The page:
Joe Paterno praised for his character

Question of the Day

Should Congress make English the official language of the U.S.?

View results

“The greatness and the legacy of Joe Paterno lies within each of us, and no one, and I mean no one, can take that from him or from us,” Marrone said.

Paterno was fired by the trustees Nov. 9 after he was criticized for not going to police in 2002 when he was told that a former member of his coaching staff, Jerry Sandusky, had been seen sexually assaulting a boy in the showers at the football complex. Sandusky was arrested in November and is awaiting trial on charges he sexually assaulted 10 boys over a 15-year span.

As the scandal erupted, Pennsylvania’s state police commissioner said that Paterno may have met his legal duty but not his moral one to go to police. Penn State president Graham Spanier was also fired in the fallout.

At Thursday’s memorial, Knight defended Paterno, saying the coach “gave full disclosure to his superiors, information that went up the chains to the head of the campus police and the president of the school. The matter was in the hands of a world-class university, and by a president with an outstanding national reputation.”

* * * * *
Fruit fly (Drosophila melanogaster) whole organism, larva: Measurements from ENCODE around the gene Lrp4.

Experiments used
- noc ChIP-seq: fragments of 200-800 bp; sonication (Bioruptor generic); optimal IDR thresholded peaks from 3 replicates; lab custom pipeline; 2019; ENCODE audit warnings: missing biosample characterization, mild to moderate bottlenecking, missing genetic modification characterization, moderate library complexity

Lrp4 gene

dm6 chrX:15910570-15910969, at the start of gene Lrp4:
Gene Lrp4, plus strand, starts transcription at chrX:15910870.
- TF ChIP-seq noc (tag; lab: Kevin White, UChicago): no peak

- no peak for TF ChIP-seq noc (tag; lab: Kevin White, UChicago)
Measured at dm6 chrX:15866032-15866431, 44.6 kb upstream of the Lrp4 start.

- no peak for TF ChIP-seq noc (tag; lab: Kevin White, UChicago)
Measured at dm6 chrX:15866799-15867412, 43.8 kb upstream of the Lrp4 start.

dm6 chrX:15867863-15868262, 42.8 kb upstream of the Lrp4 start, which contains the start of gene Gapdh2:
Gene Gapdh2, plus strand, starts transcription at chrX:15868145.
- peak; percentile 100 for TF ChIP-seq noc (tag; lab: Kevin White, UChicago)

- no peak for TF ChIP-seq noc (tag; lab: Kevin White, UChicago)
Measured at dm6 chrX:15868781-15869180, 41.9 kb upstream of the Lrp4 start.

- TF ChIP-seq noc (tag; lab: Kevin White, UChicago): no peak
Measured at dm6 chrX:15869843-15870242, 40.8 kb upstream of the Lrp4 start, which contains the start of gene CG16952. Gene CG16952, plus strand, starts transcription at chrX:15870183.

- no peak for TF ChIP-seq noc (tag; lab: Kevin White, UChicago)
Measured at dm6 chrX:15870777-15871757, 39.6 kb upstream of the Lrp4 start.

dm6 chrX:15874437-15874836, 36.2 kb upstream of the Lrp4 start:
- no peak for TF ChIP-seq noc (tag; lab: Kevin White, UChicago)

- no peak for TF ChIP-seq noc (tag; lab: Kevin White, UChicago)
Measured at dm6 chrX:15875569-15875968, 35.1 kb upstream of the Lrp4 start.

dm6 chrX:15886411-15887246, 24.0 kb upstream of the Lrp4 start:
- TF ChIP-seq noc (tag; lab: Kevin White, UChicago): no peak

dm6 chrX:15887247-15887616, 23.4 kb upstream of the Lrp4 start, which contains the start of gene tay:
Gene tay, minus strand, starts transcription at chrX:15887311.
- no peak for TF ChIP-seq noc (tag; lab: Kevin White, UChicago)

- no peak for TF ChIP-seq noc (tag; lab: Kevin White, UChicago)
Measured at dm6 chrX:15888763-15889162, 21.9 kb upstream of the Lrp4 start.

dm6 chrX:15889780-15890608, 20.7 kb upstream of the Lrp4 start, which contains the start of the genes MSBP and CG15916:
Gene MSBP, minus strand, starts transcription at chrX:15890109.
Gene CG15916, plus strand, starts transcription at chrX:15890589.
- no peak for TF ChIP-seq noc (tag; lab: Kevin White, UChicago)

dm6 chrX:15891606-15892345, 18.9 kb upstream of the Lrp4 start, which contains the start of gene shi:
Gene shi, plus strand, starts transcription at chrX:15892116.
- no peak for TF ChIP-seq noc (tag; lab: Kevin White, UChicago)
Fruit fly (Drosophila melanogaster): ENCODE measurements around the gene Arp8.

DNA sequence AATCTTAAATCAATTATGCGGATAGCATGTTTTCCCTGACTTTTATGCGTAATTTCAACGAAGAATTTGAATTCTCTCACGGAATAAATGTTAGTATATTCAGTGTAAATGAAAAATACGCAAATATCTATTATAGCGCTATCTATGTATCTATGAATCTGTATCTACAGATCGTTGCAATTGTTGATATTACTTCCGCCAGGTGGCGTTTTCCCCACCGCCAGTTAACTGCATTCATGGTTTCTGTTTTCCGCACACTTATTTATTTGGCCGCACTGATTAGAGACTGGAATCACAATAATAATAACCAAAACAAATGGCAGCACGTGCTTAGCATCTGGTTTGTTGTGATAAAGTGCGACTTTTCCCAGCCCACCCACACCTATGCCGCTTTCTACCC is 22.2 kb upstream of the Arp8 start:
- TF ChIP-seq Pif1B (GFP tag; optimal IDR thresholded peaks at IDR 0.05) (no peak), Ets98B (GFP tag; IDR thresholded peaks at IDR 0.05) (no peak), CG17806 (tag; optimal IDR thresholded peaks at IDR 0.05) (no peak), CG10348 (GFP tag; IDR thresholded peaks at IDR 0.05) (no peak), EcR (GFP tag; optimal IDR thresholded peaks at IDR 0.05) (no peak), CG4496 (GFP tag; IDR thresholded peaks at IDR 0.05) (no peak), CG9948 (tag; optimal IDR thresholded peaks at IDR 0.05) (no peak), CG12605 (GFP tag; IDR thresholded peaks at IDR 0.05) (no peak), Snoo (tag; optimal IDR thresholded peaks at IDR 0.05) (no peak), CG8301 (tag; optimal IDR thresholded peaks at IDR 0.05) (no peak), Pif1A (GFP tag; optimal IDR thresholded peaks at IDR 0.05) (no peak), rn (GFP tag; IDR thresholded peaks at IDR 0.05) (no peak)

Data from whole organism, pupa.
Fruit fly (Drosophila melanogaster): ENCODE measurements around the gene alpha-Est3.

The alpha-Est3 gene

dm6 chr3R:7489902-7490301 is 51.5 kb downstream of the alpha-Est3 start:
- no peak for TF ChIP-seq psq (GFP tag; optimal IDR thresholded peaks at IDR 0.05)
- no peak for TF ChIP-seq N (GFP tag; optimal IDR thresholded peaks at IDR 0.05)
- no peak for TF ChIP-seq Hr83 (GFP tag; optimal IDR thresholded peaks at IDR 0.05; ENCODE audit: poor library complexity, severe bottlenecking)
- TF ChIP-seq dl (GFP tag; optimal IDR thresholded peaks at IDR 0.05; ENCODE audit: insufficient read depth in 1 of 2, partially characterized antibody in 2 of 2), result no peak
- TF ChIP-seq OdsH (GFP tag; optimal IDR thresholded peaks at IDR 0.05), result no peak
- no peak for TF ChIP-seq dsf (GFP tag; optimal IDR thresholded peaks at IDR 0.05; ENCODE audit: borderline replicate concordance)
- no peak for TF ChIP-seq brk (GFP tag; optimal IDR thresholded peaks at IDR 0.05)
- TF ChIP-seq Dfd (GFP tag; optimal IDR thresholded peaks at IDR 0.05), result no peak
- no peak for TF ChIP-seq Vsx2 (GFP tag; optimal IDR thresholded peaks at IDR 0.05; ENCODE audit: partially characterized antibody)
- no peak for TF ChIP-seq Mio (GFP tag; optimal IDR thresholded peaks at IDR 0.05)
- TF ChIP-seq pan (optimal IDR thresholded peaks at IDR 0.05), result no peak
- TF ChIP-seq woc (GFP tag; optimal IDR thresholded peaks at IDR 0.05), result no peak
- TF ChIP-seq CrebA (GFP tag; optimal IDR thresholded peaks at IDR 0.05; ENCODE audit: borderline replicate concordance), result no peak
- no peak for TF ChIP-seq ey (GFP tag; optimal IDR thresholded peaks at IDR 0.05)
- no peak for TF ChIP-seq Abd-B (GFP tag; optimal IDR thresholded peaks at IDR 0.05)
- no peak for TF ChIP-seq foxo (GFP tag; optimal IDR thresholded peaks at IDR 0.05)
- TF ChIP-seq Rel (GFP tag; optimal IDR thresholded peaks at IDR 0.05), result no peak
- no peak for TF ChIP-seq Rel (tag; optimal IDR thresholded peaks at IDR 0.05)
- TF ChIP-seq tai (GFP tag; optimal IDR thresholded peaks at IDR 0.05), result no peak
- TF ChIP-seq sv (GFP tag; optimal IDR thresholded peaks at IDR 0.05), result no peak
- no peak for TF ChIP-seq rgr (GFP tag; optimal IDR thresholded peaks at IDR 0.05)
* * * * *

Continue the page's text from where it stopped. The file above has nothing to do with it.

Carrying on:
Recounting Paterno’s accomplishments, Knight asked: “Who is the real trustee at Penn State University?”

A public viewing for Paterno was held on campus on Tuesday and Wednesday, and he was buried Wednesday afternoon at a State College cemetery.

Copyright 2014 The Associated Press. All rights reserved. This material may not be published, broadcast, rewritten or redistributed.

Comments
blog comments powered by Disqus
Get Adobe Flash player